Expenditures 162.5 164.8 187.0 183.4 186.3
  % change 4.7 1.4 13.5 -1.9 1.6
Reserve 0.0 - 2.5 2.0 2.0
Budget Balance -11.7 -8.7 -38.5 -33.1 -28.2
Net Debt 338.5 353.3 398.0 437.8 472.9
  % of GDP 40.2 39.7 47.0 48.5 49.6
Note : Numbers may not add up due to rounding.
Source: Ontario Ministry of Finance, as at November 2020

Overall, program spending program spending is set to increase by a hefty 15% in FY 2020/21, fueled by a huge gain in "other programs", which captures many of the new spending commitments (e.g. top-up of pandemic funds, broadband investment, electricity rate relief). As for other big-ticket items, relatively subdued gains of about 1.5%-2.5% are expected in healthcare and education spending this fiscal year.

After this fiscal year, program spending growth is projected to gear down considerably, averaging a 0.6% decline through FY 2022/23. Still spending is projected to be considerably higher than pre-pandemic levels over the projection horizon.

Net debt to GDP to climb higher

chart 2: lingering deficits, rising capital investment to push net debt to gdp higher

Even with the expectation of a reasonably robust economic recovery, net debt to GDP is forecast to increase from 47.0% this fiscal year to 49.6% by FY 2022/23. Net debt is pushed higher by lingering deficits and increased capital investment. After the pandemic, the government’s goal will be to slow the rate of growth in the net debt-to-GDP ratio.  Importantly, the government plans on setting a long-term target for net debt-to-GDP along with a path back to balance in the 2021 budget.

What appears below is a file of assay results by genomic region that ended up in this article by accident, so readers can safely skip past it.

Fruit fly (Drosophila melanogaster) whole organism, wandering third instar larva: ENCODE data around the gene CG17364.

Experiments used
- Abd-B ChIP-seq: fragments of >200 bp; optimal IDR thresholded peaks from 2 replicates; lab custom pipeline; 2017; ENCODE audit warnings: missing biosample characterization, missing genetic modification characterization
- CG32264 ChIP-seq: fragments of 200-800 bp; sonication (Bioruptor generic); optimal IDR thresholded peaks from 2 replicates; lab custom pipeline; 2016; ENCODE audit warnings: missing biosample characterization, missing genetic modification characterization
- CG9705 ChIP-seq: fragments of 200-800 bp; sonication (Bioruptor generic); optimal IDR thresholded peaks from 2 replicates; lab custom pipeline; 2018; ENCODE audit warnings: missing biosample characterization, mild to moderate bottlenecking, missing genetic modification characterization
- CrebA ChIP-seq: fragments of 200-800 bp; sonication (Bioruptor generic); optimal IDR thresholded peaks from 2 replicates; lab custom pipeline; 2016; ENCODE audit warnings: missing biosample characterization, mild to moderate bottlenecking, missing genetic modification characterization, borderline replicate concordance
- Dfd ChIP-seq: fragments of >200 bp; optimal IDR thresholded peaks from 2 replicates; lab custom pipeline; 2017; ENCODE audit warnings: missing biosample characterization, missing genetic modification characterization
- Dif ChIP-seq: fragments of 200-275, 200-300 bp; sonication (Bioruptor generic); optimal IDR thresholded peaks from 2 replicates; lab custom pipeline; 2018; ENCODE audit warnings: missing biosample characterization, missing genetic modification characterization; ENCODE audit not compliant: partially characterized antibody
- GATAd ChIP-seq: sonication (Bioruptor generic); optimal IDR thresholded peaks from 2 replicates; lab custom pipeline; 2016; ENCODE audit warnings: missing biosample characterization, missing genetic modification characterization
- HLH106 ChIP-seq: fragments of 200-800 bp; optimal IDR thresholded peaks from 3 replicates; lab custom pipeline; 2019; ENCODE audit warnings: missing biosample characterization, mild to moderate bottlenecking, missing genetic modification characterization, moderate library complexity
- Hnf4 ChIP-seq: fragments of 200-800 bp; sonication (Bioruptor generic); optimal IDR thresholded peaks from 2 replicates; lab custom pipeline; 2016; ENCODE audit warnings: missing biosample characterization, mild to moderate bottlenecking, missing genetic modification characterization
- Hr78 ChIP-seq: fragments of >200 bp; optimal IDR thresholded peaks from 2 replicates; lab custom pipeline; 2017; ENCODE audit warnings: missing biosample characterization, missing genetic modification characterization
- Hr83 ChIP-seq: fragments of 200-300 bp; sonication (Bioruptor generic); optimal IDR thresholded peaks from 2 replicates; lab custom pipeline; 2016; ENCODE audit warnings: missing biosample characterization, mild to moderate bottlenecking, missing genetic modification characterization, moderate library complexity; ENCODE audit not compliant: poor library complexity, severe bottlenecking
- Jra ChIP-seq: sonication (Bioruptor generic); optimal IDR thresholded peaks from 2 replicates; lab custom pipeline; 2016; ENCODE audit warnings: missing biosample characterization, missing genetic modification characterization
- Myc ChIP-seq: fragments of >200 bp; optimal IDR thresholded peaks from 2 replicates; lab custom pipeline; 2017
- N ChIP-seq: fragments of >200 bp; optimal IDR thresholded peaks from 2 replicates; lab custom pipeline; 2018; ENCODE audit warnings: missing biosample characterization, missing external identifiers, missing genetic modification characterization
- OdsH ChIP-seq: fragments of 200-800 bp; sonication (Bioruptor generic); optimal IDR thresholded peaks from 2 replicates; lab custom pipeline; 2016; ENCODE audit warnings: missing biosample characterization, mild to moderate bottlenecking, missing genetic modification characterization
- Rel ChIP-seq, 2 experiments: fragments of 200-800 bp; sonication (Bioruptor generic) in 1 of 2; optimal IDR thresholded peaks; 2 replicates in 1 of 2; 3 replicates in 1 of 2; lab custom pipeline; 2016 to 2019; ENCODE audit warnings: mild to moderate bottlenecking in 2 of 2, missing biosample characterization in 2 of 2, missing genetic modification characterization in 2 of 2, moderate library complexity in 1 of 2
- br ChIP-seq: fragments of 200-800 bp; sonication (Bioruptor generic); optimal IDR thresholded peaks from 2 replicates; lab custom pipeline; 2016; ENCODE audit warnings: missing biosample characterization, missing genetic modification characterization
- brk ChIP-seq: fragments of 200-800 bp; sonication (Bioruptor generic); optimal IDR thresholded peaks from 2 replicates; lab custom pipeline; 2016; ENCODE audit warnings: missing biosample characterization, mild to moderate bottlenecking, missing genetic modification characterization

The elevated stock of debt leads to rising debt servicing charges through FY 2022/23, despite record low borrowing rates. As a share of revenue, debt service costs drift higher over the next few years, but remain below recent peaks.  

The province’s overall funding requirement is expected to rise from $39.5 billion in FY 2019/20 to $52.3 billion this fiscal year. A further increase to $59.3 billion is anticipated by FY 2022/23, in part owing to an increase in maturities. 

Bottom Line

Ontario is the first among the 'Big Four' Provinces to provide a medium-term fiscal roadmap since the onset of the pandemic. In addition to this multi-year window, we welcome the government's choice to lay out more than one economic scenario, since it reflects the reality of an extremely uncertain backdrop. Given the inclusion of a "faster growth" scenario, today's budget serves as a reminder than not all risks on are on the downside. 

Projected budget paths outlined in today's document highlight the challenging fiscal road ahead as the pandemic leaves an indelible legacy. Ontario had a worse starting position heading into the pandemic, in terms of net debt to GDP, than most other provinces and the burden is projected to worsen over the forecast horizon. Low interest rates should keep debt servicing charges contained, even if they aren't projected to fall like they are at the federal level.  Still, tough decisions will likely be required once the economy is on a sounder footing

Disclaimer